Monday, January 26, 2009
"Kolchak: The Night Stalker" is an American television series that aired on ABC in 1974. It featured a newspaper reporter — Carl Kolchak, played by Darren McGavin — who investigates crimes with mysterious and unlikely causes that the proper authorities won't accept or pursue. Crimes which seem to point to a Jack the Ripper copycat, voodoo priestesses and the walking dead ("Zombies"), a coven of warlocks ("Vampire"), and an extra-hairy luxury liner passenger with a taste for his shipmates ("Werewolf").
Though the show only lasted 20 episodes, it is often credited as the inspiration for "The X Files" and was succeeded by a second television series with a new cast and characters in 2005, as well as several novels and comic books.
The Kolchak character originated in an unpublished novel, The Kolchak Papers, written by Jeffrey Grant Rice. In the novel, Las Vegas newspaper reporter Carl Kolchak tracks down and defeats a serial killer who is really a vampire named Janos Skorzeny.
The novel was finally published by Pocket Books as a mass-market paperback original under the title The Night Stalker with a Darren McGavin photo cover to tie in with the movie. The novelizations of the first two movies were republished by Moonstone in 2007 as an omnibus edition called The Kolchak Papers.
The series was preceded by two television movies:
The Night Stalker (1972)
Rice was approached by ABC who optioned the property, which was then adapted by Richard Matheson into a TV movie produced by Dan Curtis and directed by John Llewellyn Moxey. Darren McGavin played the role of Carl .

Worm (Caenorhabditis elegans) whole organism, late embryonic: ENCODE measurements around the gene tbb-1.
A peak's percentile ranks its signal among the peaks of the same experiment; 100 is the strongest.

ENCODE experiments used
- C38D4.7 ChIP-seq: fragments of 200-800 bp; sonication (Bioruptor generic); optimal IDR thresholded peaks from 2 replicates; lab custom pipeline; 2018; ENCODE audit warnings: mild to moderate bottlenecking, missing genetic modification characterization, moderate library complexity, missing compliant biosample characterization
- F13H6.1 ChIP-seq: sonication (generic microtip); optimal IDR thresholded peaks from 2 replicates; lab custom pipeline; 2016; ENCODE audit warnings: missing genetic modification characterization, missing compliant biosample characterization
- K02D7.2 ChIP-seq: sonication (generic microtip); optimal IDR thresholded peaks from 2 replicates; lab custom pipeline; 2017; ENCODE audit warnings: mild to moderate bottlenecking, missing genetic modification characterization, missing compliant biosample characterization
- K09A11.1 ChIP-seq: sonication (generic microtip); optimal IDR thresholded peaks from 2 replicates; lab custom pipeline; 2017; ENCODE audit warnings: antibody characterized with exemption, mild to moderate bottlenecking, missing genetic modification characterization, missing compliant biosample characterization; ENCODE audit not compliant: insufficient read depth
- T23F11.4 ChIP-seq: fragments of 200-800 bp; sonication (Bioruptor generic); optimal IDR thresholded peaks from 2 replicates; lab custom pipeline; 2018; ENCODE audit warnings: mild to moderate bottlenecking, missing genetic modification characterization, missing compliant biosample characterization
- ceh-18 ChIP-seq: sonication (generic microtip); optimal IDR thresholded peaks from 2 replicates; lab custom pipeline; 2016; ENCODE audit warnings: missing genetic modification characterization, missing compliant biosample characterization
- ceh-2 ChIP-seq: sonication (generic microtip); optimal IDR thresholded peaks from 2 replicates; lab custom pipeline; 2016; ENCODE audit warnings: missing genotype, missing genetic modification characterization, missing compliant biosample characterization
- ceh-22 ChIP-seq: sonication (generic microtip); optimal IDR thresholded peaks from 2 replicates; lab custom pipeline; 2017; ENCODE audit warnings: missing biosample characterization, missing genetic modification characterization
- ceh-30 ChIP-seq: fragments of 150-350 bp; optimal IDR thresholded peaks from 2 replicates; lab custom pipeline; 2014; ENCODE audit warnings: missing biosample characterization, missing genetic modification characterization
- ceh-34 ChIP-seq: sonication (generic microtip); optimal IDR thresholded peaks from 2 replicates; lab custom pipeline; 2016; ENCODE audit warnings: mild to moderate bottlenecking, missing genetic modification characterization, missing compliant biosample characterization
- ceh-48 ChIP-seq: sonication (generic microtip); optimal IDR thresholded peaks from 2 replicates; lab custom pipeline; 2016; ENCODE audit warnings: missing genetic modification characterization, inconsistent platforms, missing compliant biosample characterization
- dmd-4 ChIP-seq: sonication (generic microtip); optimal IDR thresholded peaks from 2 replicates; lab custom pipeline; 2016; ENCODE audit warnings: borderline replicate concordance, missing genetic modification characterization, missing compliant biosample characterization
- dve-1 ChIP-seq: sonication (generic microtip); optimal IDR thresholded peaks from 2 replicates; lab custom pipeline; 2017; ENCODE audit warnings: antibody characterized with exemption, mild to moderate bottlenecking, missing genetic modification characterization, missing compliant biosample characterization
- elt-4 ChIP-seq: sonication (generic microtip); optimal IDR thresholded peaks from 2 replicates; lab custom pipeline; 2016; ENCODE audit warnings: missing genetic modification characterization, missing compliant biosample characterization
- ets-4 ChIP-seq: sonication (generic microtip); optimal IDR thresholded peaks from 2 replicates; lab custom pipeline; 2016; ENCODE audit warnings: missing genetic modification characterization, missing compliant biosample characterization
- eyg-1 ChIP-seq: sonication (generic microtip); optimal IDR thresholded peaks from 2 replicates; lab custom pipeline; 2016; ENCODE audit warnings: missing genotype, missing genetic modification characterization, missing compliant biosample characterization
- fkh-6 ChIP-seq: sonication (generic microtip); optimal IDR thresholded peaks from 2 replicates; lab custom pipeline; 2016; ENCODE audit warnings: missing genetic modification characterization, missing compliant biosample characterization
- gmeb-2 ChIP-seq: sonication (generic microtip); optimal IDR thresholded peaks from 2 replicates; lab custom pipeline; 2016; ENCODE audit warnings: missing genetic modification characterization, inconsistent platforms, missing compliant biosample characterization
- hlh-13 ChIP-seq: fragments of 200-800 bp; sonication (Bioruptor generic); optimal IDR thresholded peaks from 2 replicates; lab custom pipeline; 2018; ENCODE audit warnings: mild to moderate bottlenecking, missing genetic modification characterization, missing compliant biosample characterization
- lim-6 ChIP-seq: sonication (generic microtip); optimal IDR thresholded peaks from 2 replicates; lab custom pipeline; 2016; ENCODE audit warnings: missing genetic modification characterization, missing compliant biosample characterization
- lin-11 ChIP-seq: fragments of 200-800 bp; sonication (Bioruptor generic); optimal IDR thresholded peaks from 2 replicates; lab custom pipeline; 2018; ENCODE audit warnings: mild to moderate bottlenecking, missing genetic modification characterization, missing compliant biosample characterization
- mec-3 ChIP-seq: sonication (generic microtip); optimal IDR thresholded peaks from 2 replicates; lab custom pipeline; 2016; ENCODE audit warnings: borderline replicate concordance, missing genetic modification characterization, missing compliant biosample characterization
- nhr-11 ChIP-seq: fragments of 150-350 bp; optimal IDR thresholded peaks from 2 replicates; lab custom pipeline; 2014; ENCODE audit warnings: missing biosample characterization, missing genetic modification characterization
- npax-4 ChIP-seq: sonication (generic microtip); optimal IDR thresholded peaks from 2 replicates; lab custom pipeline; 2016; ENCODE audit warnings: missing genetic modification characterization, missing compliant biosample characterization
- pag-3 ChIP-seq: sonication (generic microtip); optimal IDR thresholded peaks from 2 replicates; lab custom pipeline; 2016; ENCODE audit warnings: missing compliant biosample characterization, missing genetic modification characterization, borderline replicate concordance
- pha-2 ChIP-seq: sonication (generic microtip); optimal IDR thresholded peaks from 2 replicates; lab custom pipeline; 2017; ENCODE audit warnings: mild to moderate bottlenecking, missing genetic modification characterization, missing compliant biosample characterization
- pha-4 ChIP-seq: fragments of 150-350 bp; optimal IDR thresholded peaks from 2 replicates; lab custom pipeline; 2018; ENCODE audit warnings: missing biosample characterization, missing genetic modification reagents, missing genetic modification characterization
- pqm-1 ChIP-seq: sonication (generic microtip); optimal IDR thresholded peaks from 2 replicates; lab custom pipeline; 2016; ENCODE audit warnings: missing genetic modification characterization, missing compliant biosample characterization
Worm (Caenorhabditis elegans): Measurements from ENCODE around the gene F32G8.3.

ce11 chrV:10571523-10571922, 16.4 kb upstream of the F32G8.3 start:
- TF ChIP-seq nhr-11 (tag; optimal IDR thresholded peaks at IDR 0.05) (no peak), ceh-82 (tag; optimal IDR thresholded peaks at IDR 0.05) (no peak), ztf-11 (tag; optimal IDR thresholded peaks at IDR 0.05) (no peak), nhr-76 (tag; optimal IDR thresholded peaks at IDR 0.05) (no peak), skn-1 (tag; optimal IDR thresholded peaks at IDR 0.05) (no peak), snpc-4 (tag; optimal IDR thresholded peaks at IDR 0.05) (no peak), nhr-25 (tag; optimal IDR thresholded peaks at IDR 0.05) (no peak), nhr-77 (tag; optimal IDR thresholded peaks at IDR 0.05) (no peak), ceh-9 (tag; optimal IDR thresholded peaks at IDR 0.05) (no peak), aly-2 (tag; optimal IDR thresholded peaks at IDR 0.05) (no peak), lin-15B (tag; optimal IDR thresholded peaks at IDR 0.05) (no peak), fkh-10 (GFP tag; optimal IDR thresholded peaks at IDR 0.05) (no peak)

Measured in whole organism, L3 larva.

The Night Stalker aired on the ABC network on January 11, 1972 and garnered the highest ratings of any TV movie at that time (33.2 rating - 54 share). Matheson received a 1973 Edgar Award from the Mystery Writers of America for Best TV Feature or Miniseries Teleplay.
The Night Strangler (1973)
Impressed by its success, ABC commissioned Richard Matheson to write a second movie, The Night Strangler, which featured another serial killer in Seattle who strangled his victims and used their blood to keep himself alive for over a century through the use of alchemy. The Seattle Underground City was used as a setting for much of the action, and provided the killer with his hiding place. Dan Curtis both produced and directed the second movie, which also did well in the ratings. Rice then wrote a novelization based on Matheson's screenplay, a reverse of the situation for the first movie. The novel was published by Pocket Books as a mass-market paperback original under the title The Night Strangler with a close-up of the monster's eye to tie in with the movie.
Here's episode 9: "The Spanish Moss Murders", from a playlist:
Sources include this Wikipedia article.